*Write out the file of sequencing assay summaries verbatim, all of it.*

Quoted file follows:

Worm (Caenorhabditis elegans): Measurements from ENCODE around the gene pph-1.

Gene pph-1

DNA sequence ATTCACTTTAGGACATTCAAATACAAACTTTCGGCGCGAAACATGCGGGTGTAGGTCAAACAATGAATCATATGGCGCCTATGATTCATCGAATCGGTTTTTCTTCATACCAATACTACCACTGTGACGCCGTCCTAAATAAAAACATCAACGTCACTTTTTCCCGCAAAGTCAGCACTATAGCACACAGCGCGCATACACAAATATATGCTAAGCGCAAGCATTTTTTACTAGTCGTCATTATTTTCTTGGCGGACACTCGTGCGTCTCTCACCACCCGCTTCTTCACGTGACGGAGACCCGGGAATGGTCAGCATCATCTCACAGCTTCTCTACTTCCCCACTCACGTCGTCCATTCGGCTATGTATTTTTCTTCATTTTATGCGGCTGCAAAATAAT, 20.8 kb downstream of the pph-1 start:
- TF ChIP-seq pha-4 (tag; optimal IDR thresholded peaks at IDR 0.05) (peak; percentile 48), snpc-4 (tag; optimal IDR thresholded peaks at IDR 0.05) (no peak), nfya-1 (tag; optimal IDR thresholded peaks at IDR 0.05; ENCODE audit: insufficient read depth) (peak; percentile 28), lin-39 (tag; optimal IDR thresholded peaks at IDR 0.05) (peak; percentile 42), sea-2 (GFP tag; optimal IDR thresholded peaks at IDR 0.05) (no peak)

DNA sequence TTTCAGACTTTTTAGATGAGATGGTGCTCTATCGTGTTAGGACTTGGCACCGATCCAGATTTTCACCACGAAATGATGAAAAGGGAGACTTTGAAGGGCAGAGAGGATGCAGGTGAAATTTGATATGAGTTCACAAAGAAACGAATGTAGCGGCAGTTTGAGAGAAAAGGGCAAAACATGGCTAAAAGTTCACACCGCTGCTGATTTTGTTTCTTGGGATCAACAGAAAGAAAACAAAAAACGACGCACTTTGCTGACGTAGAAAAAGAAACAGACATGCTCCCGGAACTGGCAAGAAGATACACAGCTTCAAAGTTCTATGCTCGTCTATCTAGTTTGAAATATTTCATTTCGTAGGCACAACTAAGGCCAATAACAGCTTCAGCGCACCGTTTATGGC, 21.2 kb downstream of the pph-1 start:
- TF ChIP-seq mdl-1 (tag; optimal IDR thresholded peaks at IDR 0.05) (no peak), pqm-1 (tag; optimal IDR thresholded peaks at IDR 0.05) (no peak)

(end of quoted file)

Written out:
Worm (Caenorhabditis elegans): Measurements from ENCODE around the gene pph-1.

Gene pph-1

DNA sequence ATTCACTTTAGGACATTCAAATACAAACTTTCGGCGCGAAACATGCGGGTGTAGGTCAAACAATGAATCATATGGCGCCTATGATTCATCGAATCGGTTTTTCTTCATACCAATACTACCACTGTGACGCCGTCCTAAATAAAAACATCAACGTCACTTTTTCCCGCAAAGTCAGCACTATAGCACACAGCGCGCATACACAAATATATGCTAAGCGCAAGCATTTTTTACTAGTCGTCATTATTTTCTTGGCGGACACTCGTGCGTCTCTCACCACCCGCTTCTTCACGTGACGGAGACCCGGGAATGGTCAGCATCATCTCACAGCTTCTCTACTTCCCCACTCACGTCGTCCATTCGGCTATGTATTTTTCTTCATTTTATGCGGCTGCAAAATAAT, 20.8 kb downstream of the pph-1 start:
- TF ChIP-seq pha-4 (tag; optimal IDR thresholded peaks at IDR 0.05) (peak; percentile 48), snpc-4 (tag; optimal IDR thresholded peaks at IDR 0.05) (no peak), nfya-1 (tag; optimal IDR thresholded peaks at IDR 0.05; ENCODE audit: insufficient read depth) (peak; percentile 28), lin-39 (tag; optimal IDR thresholded peaks at IDR 0.05) (peak; percentile 42), sea-2 (GFP tag; optimal IDR thresholded peaks at IDR 0.05) (no peak)

DNA sequence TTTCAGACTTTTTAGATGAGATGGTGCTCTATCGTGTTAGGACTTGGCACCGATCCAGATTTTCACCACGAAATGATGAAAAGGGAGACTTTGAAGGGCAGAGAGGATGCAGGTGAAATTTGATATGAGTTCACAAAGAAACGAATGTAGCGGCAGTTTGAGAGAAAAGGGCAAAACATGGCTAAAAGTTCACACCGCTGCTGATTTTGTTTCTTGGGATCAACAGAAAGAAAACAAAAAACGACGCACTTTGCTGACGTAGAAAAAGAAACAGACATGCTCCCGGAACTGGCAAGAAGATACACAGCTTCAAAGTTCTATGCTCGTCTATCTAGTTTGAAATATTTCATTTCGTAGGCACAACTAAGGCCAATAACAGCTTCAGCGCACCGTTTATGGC, 21.2 kb downstream of the pph-1 start:
- TF ChIP-seq mdl-1 (tag; optimal IDR thresholded peaks at IDR 0.05) (no peak), pqm-1 (tag; optimal IDR thresholded peaks at IDR 0.05) (no peak)